have been looking for a new book that will help me reignite my natural optimism about democracy. Browsing through Amazon’s top choices I was having a hard time finding something positive. I found a page filled with titles like: “How Democracies Die,” “How Democracy Ends,” “Democracy in Chains,” “Democracy in America?” “Unequal Democracy,” and “Democracy for Realists”. Then this morning, I read an excellent article by Yoni Applebaum (@YAppelbaum) in the October edition of the Atlantic – it reminded me that we are the ones who decide if democracy is going to survive or fail.
Let’s start with something basic – the foundation of our democracy is ordinary citizens working with local elected officials to tackle hometown problems. It is not the incredible fury we vent online, the great comeback we craft on Twitter, or even the online petition we sign. Our government of the people, by the people, and for the people is founded on our responsibility to participate – we seem to have forgotten that pact.
My favorite part of the Atlantic article is when he says “democracy is a habit” that is formed over time and through experience. It is our direct experience with government that teaches us that we can make a difference – giving us the confidence to participate in the future. It is direct experience that teaches us that elected officials have the same concerns that we do about our communities – giving us trust in the system. And, confidence and trust are what spur us to participate in the future.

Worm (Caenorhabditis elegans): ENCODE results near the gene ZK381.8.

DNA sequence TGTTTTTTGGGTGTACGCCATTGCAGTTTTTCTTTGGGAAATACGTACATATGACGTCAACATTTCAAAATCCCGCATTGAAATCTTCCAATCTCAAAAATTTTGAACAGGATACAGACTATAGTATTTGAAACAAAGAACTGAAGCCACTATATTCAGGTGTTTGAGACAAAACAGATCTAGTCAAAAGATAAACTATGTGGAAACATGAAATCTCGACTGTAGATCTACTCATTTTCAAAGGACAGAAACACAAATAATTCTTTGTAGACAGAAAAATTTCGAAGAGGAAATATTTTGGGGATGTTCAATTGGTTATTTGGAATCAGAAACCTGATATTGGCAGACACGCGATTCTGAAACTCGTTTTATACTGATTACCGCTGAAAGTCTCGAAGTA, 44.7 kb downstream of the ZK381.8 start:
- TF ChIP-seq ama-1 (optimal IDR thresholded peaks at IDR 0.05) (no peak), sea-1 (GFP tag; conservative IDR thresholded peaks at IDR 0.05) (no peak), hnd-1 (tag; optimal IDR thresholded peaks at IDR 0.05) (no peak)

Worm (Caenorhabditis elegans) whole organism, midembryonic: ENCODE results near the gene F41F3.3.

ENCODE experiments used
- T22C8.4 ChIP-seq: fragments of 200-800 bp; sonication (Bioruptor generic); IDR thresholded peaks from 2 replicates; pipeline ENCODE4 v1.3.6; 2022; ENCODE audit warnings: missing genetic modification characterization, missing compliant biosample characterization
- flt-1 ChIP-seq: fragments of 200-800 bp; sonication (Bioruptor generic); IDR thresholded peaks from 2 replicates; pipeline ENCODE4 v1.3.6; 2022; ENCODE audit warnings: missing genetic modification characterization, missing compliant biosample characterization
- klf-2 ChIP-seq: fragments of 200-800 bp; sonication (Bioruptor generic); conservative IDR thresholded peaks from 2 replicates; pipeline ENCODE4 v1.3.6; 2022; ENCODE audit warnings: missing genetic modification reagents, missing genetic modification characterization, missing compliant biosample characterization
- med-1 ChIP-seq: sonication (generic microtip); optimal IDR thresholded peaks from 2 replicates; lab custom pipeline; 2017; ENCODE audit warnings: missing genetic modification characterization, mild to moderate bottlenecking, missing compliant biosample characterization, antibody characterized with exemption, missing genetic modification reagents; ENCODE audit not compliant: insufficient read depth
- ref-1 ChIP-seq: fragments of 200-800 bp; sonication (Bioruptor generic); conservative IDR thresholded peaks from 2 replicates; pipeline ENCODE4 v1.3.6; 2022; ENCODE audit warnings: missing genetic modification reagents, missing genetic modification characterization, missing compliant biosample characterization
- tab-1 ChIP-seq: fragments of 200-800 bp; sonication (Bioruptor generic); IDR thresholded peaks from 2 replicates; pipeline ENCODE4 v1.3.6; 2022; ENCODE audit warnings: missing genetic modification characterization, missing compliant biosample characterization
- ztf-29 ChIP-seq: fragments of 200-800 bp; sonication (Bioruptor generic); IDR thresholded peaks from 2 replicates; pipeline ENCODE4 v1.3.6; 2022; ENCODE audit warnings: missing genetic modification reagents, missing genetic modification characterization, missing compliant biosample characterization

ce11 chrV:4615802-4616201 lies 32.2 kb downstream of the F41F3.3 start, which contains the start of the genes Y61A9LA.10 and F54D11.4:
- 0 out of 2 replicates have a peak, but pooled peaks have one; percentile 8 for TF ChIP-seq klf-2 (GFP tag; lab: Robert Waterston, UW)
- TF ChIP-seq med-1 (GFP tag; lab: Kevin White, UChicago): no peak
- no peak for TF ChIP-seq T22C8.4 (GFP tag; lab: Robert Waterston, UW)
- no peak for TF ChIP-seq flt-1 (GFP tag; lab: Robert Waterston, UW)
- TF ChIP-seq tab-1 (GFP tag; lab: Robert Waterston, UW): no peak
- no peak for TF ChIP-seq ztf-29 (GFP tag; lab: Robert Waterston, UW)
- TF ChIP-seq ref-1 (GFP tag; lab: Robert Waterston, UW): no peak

So, where do we start building the habits of democracy? We start when people are young. It is in middle school that most young people begin to develop a sense of control over the events in their lives. It is then that we need to create a space where young people have the opportunity to experience first hand their power to create change. It is then that we need to introduce them to local government. It is then that we should allow them to determine what they care about and find ways to make their visions a reality. The passion of the young is the fuel for our democracy.
If we really want to save our democracy, the best place to start is in our communities. The best hope we have for long-term stability is to foster a new generation that has the habits of citizenship.
Author: Kristen Mueller
Kristen Mueller leads national communications, creating engagement and excitement around Earth Force, and its partners’, hands on, minds on programming. Specializing in traditional media and social media relations, she brings youth voice and leadership to the forefront of the environmental education field.